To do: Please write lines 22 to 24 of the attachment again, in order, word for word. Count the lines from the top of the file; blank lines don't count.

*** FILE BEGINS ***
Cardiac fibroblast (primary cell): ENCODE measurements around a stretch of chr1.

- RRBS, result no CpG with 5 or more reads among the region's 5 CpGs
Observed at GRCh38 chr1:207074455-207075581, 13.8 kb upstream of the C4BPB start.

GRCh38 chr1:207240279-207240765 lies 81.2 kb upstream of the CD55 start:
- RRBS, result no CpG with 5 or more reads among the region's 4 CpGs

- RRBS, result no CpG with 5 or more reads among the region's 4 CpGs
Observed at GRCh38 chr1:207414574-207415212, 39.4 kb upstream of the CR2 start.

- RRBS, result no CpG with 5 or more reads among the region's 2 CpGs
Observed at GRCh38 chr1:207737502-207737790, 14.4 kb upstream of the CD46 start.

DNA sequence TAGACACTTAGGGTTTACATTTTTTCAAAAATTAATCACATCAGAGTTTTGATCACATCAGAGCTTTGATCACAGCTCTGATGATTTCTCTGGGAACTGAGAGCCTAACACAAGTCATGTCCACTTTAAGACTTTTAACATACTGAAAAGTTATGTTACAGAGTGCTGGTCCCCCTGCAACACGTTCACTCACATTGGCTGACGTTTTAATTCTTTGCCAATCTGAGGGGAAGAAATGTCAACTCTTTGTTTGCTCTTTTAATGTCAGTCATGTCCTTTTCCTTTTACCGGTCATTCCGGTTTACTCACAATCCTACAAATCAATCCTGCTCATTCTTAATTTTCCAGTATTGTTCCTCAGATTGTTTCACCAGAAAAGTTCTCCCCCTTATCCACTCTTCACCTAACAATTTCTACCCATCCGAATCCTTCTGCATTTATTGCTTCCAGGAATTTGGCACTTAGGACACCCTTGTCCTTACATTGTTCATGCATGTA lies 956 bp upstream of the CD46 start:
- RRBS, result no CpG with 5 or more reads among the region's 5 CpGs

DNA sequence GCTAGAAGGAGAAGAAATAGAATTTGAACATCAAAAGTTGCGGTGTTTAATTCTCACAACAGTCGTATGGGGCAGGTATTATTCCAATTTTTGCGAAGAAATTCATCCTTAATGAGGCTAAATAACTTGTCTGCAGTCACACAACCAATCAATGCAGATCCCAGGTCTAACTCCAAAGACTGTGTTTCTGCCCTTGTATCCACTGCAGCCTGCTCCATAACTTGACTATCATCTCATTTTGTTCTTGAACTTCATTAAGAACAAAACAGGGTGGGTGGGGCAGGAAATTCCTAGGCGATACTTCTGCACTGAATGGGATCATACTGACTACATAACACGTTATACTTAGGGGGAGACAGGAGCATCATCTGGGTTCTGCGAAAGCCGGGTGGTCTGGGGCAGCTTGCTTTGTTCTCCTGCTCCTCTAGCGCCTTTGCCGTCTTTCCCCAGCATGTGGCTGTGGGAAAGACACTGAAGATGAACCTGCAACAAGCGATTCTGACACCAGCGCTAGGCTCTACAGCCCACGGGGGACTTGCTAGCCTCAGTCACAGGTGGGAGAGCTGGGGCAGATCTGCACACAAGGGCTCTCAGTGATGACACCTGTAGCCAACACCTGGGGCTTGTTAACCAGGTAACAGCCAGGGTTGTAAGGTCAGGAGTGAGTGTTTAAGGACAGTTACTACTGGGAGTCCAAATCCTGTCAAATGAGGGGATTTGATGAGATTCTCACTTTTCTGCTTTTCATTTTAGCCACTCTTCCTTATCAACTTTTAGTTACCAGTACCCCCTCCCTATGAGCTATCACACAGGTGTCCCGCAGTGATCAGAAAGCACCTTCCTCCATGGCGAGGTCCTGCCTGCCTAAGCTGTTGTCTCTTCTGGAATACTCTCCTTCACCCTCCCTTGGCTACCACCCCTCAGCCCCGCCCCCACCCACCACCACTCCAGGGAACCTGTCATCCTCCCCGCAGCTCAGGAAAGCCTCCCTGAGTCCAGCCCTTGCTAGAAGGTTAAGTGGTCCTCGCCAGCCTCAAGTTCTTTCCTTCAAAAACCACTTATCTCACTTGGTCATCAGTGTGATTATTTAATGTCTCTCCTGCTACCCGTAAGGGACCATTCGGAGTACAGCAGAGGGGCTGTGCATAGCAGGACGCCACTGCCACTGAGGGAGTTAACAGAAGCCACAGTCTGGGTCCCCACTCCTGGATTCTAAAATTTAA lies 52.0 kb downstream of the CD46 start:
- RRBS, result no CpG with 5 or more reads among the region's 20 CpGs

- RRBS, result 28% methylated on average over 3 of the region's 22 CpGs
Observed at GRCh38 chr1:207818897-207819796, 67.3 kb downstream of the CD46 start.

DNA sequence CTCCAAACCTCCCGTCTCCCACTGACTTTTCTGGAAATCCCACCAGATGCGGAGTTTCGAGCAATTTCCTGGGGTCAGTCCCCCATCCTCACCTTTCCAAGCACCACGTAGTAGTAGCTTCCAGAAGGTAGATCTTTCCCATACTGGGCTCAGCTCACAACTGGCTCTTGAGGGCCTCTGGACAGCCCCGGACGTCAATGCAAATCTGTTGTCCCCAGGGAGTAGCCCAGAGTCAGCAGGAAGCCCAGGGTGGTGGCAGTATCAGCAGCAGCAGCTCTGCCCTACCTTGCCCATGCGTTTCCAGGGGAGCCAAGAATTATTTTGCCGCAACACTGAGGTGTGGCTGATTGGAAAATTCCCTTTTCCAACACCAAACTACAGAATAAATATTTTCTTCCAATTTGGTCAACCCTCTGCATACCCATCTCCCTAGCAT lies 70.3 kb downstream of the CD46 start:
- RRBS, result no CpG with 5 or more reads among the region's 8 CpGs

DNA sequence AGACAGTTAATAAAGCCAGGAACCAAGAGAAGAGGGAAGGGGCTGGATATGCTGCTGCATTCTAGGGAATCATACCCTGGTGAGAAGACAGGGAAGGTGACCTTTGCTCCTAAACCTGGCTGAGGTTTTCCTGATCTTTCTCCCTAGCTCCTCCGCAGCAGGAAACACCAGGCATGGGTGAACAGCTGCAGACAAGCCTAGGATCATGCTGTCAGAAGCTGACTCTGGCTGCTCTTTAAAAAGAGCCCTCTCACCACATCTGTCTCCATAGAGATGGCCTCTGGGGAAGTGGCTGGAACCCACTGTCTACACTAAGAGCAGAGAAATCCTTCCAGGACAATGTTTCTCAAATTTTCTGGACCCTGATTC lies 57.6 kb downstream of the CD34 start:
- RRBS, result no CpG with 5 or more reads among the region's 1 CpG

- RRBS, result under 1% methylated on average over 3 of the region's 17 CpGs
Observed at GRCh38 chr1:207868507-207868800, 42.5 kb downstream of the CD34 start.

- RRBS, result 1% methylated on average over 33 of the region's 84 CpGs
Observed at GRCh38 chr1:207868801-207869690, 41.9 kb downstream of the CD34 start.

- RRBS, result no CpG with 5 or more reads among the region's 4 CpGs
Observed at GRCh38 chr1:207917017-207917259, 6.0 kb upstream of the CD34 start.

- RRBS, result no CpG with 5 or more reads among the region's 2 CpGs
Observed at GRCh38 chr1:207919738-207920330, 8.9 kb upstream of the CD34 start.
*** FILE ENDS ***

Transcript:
- RRBS, result 1% methylated on average over 33 of the region's 84 CpGs
Observed at GRCh38 chr1:207868801-207869690, 41.9 kb downstream of the CD34 start.

- RRBS, result no CpG with 5 or more reads among the region's 4 CpGs